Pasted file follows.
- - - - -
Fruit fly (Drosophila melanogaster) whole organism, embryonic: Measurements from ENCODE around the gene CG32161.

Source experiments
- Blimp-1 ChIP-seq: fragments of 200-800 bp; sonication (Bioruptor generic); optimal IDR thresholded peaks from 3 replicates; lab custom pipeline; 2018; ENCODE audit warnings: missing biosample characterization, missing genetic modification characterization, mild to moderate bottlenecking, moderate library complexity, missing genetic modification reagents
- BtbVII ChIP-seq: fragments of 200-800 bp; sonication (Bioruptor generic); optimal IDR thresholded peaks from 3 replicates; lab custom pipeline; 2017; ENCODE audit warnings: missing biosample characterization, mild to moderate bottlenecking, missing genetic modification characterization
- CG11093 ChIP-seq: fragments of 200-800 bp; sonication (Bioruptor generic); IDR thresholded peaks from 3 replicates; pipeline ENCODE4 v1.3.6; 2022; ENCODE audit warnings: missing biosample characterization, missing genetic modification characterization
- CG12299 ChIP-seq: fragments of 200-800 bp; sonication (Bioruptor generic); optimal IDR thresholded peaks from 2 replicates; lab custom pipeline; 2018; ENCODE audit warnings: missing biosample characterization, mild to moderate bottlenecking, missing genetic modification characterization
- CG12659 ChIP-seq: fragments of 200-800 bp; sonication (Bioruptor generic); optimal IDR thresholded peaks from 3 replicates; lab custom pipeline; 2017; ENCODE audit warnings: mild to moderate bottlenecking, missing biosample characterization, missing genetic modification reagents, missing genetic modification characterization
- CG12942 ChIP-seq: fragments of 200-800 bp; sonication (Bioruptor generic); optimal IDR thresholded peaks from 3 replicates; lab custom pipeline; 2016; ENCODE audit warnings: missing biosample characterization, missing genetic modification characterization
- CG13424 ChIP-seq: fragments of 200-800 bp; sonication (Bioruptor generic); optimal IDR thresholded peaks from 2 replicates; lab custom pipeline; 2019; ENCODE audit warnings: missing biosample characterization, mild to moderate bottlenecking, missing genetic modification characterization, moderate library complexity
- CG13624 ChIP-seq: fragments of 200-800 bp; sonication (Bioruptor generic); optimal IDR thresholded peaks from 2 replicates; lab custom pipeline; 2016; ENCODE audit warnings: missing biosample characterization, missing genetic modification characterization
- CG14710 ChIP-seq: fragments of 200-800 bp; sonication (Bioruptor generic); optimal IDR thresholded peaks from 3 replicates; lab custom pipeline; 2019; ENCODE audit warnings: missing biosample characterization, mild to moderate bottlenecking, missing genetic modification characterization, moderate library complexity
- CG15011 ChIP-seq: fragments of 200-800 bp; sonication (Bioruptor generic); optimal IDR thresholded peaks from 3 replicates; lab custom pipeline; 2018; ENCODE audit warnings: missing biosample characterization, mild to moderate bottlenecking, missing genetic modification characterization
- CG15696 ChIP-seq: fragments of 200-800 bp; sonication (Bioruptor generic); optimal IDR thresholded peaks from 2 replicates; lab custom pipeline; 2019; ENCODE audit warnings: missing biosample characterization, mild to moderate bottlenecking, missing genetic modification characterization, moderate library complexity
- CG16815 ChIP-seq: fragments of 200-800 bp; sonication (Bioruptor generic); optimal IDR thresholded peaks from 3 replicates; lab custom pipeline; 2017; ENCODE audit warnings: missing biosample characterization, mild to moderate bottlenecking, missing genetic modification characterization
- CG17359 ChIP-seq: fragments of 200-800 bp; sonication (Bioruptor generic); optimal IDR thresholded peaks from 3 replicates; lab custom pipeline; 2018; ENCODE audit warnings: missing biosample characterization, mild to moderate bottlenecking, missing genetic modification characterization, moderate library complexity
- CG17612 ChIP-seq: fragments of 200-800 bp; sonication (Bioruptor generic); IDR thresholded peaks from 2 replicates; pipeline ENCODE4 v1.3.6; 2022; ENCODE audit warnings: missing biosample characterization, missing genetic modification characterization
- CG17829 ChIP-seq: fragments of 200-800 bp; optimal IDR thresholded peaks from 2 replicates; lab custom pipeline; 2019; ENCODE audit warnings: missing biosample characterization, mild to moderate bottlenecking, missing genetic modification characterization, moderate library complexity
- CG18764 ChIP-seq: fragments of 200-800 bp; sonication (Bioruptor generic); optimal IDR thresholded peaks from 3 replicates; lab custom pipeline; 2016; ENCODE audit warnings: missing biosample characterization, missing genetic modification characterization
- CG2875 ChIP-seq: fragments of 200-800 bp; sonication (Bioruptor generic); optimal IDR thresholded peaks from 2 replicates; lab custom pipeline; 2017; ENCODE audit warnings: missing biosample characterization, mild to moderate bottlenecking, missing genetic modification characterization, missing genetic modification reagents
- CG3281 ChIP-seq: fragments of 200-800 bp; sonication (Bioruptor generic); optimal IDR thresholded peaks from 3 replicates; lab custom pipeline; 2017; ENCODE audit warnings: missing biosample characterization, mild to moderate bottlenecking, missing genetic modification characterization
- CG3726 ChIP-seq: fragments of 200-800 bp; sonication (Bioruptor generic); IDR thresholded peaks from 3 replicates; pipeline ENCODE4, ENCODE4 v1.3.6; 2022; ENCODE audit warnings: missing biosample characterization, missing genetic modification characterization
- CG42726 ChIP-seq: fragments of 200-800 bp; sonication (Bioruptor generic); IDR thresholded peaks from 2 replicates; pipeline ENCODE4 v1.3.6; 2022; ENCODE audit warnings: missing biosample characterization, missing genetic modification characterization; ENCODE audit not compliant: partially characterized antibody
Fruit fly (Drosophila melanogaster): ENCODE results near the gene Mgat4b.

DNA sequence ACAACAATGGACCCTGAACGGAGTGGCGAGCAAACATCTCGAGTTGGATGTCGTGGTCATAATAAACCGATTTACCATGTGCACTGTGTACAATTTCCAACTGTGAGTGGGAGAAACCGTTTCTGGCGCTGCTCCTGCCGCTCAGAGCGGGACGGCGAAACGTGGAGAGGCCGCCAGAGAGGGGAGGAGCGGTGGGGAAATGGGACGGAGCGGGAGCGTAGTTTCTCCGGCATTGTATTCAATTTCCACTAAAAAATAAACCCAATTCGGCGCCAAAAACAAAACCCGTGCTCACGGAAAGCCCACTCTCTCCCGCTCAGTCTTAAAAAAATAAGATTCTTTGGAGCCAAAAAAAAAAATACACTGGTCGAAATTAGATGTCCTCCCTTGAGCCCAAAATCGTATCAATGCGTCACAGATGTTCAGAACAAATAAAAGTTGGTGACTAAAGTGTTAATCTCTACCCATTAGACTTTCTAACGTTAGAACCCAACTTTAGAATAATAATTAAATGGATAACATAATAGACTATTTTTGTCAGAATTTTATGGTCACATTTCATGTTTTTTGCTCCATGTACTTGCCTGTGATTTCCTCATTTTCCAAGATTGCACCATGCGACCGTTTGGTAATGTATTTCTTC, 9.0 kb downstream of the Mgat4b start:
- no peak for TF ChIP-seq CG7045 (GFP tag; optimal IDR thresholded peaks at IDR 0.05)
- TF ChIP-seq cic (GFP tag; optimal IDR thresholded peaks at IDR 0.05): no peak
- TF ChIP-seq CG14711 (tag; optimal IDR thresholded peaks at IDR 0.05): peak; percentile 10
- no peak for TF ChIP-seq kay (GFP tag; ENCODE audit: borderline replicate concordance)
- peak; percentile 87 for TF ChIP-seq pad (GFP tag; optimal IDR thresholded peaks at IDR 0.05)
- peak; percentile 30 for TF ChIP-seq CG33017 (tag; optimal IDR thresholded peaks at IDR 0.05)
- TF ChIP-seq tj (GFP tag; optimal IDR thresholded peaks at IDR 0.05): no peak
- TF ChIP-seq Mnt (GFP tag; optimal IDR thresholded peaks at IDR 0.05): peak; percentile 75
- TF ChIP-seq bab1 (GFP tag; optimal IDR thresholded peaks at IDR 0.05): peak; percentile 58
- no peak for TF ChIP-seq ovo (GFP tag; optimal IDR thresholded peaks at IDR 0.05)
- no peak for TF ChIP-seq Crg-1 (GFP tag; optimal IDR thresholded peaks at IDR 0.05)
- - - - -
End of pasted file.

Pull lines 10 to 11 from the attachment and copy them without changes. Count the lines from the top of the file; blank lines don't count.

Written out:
- CG13624 ChIP-seq: fragments of 200-800 bp; sonication (Bioruptor generic); optimal IDR thresholded peaks from 2 replicates; lab custom pipeline; 2016; ENCODE audit warnings: missing biosample characterization, missing genetic modification characterization
- CG14710 ChIP-seq: fragments of 200-800 bp; sonication (Bioruptor generic); optimal IDR thresholded peaks from 3 replicates; lab custom pipeline; 2019; ENCODE audit warnings: missing biosample characterization, mild to moderate bottlenecking, missing genetic modification characterization, moderate library complexity